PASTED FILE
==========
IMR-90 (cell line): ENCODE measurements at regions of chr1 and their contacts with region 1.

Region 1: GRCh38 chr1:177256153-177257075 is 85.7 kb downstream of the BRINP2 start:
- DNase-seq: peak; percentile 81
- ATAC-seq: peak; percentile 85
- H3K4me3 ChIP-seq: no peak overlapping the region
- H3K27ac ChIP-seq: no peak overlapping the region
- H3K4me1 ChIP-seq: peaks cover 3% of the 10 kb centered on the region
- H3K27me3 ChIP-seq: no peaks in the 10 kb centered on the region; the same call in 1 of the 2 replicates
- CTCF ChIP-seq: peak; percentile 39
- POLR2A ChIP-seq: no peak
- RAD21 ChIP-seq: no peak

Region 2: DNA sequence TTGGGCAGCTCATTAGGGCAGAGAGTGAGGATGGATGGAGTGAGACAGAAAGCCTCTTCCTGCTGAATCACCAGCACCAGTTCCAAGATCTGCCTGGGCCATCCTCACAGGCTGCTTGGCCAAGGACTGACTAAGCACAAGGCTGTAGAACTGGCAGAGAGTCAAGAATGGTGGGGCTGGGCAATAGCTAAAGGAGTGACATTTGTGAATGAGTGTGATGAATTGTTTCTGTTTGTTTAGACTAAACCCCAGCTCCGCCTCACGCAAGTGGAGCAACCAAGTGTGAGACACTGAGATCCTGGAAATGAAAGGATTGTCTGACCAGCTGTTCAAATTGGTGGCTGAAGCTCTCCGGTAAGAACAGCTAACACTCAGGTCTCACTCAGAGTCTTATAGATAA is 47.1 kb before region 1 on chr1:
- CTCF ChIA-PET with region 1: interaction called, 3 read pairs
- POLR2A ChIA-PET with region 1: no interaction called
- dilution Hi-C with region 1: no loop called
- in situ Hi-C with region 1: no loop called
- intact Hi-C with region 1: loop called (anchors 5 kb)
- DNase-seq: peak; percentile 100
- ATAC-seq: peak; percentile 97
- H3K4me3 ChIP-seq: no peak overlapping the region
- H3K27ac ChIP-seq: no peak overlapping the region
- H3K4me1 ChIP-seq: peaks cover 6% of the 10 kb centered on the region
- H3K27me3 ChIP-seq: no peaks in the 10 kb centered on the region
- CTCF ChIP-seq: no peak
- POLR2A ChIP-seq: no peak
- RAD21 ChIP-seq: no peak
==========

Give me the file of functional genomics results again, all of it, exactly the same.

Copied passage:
IMR-90 (cell line): ENCODE measurements at regions of chr1 and their contacts with region 1.

Region 1: GRCh38 chr1:177256153-177257075 is 85.7 kb downstream of the BRINP2 start:
- DNase-seq: peak; percentile 81
- ATAC-seq: peak; percentile 85
- H3K4me3 ChIP-seq: no peak overlapping the region
- H3K27ac ChIP-seq: no peak overlapping the region
- H3K4me1 ChIP-seq: peaks cover 3% of the 10 kb centered on the region
- H3K27me3 ChIP-seq: no peaks in the 10 kb centered on the region; the same call in 1 of the 2 replicates
- CTCF ChIP-seq: peak; percentile 39
- POLR2A ChIP-seq: no peak
- RAD21 ChIP-seq: no peak

Region 2: DNA sequence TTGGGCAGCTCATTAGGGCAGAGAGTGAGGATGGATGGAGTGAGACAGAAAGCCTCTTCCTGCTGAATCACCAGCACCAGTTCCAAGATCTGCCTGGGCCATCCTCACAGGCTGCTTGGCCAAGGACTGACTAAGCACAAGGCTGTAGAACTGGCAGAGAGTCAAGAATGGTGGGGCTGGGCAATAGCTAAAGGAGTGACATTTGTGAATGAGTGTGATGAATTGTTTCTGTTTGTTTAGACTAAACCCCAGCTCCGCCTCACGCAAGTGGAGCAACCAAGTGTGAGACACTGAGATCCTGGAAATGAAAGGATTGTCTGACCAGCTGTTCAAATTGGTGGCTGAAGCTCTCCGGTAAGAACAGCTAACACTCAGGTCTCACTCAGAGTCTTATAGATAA is 47.1 kb before region 1 on chr1:
- CTCF ChIA-PET with region 1: interaction called, 3 read pairs
- POLR2A ChIA-PET with region 1: no interaction called
- dilution Hi-C with region 1: no loop called
- in situ Hi-C with region 1: no loop called
- intact Hi-C with region 1: loop called (anchors 5 kb)
- DNase-seq: peak; percentile 100
- ATAC-seq: peak; percentile 97
- H3K4me3 ChIP-seq: no peak overlapping the region
- H3K27ac ChIP-seq: no peak overlapping the region
- H3K4me1 ChIP-seq: peaks cover 6% of the 10 kb centered on the region
- H3K27me3 ChIP-seq: no peaks in the 10 kb centered on the region
- CTCF ChIP-seq: no peak
- POLR2A ChIP-seq: no peak
- RAD21 ChIP-seq: no peak